An effort to put a stop to the sale of video games deemed socially as “violent” has been put on hold by a federal judge in Louisiana after video game makers filed suit that the law is unconstitutional and infringes upon the rights of minors.
Ars Technica: About two weeks ago, the Louisiana state legislature passed a law barring the sale of violent video games to minors. Governor Kathleen Blanco signed it into law late last week. Behind the legislation was anti-gaming-violence crusader Jack Thompson, who helped write the law and trumpeted its passage by saying that it addresses “all the complaints raised by federal courts which have struck down other video game laws.”
That may not be the case after all. Late last week, the Entertainment Software Association and Entertainment Merchants Association sued the state of Louisiana, arguing that the law was unconstitutional. Judge James J. Brady of the US District Court for the Middle District of Louisiana today issued a temporary restraining order (PDF) barring its enforcement. A hearing on the possibility of granting a preliminary injunction will be held on June 30 (not the 27th, as stated in the order).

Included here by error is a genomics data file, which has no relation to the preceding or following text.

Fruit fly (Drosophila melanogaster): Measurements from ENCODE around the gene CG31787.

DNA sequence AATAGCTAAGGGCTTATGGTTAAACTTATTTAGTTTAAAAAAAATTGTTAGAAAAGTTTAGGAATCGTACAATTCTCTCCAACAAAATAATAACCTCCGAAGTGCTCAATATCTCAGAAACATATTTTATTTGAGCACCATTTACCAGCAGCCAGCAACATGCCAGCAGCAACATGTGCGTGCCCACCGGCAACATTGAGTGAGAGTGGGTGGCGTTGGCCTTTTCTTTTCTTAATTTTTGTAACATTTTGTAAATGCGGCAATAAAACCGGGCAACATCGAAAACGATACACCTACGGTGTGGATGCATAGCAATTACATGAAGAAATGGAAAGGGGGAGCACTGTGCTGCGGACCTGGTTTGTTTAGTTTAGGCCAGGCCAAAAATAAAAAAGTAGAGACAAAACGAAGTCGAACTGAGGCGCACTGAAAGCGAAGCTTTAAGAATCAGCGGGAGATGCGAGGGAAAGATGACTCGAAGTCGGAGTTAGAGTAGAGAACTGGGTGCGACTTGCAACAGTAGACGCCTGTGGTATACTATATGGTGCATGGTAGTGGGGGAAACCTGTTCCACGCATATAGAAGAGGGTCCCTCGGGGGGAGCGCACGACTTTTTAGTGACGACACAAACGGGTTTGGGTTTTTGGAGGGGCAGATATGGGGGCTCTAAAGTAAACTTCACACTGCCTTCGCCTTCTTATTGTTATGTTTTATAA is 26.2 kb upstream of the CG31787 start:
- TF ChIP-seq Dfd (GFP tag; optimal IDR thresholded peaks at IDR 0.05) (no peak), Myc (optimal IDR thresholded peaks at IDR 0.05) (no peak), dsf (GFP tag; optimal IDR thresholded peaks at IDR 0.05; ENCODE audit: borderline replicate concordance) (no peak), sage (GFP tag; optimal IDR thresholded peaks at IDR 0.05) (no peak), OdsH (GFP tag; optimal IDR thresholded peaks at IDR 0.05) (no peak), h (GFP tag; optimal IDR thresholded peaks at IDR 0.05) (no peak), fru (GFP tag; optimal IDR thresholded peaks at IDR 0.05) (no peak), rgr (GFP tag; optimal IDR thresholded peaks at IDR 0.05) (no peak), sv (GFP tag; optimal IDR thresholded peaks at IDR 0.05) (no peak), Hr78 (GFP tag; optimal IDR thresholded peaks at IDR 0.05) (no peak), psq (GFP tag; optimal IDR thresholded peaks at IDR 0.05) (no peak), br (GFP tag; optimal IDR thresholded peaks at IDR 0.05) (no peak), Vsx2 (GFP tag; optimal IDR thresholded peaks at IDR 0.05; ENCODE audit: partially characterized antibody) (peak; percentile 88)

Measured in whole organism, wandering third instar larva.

In a brief interview, Thompson said that he was not surprised by the judge’s action, saying that it is normal for a judge to preserive the status quo prior to the passage of the law when litigation is brought. He said that he and the state of Louisiana were “marshaling our facts and our cases.” He feels strongly that the law is constitutional as written, but remarked that it is impossible to “predict what a court is going to do.”
What is particularly interesting about the Louisiana legislation is that it tries to respond to previous court rulings by attempting to address First Amendment concerns raised in judicial review of other legislation. In particular, it uses the Miller test, which defines obscenity as something that by contemporary community standards appeals to the prurient interest; depicts sexual content specifically defined by state law in a patently offensive way; and lacks serious literary, artistic, political, or scientific value.